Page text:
A rare complication of hematopoietic stem cell transplantation: Kaposi sarcoma
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CitationBeköz, H. S., Sağırlı, A., Türk, O. A., Ceylan, B. H. ve Sargın, D. (2019). A rare complication of hematopoietic stem cell transplantation: Kaposi sarcoma. 10th Eurasian Hematology Oncology Congress içinde (S53-S53. ss.). İstanbul, Turkey, October 08-11, 2019. https://doi.org/10.1016/S0145-2126(19)30332-7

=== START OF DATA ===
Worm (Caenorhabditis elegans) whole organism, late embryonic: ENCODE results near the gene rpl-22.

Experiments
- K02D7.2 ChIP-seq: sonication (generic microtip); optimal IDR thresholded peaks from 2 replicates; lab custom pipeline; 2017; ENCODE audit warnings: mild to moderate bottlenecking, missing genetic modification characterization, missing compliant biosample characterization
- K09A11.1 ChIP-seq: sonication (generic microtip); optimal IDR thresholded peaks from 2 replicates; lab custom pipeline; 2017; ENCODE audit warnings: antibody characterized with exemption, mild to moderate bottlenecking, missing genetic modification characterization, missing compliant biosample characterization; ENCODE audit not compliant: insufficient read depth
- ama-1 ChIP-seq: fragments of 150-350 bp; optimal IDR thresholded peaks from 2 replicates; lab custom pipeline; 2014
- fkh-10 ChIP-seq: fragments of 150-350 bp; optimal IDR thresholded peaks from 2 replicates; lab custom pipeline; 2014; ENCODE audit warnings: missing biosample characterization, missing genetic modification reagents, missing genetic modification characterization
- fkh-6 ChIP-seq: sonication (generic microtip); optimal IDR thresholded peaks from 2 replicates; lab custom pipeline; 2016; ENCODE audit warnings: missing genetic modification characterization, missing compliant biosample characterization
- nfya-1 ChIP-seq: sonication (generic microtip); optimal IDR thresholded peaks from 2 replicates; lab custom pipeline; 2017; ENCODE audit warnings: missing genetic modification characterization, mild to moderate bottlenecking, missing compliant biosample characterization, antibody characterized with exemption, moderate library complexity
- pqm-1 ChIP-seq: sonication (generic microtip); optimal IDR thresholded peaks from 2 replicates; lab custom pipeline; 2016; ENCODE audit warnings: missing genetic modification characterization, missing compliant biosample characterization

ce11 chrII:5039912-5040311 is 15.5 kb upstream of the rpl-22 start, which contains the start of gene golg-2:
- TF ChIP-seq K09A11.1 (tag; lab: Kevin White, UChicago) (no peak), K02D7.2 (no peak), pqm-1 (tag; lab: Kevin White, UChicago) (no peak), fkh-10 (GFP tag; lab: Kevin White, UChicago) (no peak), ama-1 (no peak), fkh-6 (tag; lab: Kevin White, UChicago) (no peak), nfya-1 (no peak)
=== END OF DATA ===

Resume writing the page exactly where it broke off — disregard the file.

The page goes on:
Background: Kaposi sarcoma is a neoplasm characterized by mucocutaneous and visceral angioproliferations that requires infection with human herpes virus (HHV)-8 for its development. The iatrogenic variant is seen in patients undergoing immunosuppressive therapy, especially in organ transplant recipients. Kaposi sarcoma after hematopoietic stem cell transplantation is a rare complication with only 18 cases reported previously. Case report: Here we present the case of a 58-year-old male patient treated for acute B lymphoblastic leukemia. For his second relapse, he was started on hyper-CVAD regimen after which he underwent an allogeneic stem cell transplant from human leukocyte antigen-identical unrelated donor. Prompt donor engraftment was achieved. The only immunosuppressive he received was cyclosporin A, which was stopped 90 days after the transplantation. He received multiple blood transfusions because of his ongoing anemia. He was diagnosed with direct Coombs positive hemolytic anemia caused by subgroup mismatch (anti-E and anti-Jka) on day +219. He was started on prednisone. He developed small purple papillary lesions on his right leg and penis on day +255 while receiving steroid therapy. This coincided with the high levels of cytomegalovirus DNA in his whole blood, which was also positive for HHV-8 DNA when analyzed with PCR. A punch biopsy of the lesion was obtained which was reported to be Kaposi sarcoma with positive immunohistochemical staining for HHV-8. Both the recipient and the donor were seronegative for HIV before the transplant; recipient remained seronegative. CT of the chest and abdomen excluded visceral involvement. Ultrasonography revealed an enlarged lymph node that was confirmed to be Kaposi sarcoma via core biopsy. Since there were no visceral involvement, we only considered local therapies. Immunosuppressive therapy was reduced but could not be stopped because of his autoimmune hemolytic anemia. Radiation therapy was administered, one course for the lesion on the right leg and another for the inguinal lymph node. Lesions treated with radiation regressed, however non-irradiated lesions continued to progress, eventually involving his trunk,left leg, and face; each less than 1cm in diameter. Cryotherapy and topical 5-Fluorouracil were utilized for the skin lesions. Lesions regressed but never fully healed. He presented to the emergency department on day +387 with fever andproductive cough. His sputum cultures produced Klebsiella pneumonia, so he was admitted and started on antibacterial treatment. During his stay, he developed CMV viremia. While under treatment he underwent septic shock and admitted to the intensive care unit. The patient died of cardiopulmonary arrest during his stay in the intensive care unit. The major risk factors for our patient were the immunosuppressive therapy and concurrent cytomegalovirus infection. Multiple blood transfusions he received might have been responsible for a primary infection with HHV-8.Conclusion: In conclusion, Kaposi sarcoma is a rare complication of hematopoietic stem cell transplantation that should be thought of in any immunocompromised patient with unusual mucocutaneous lesions.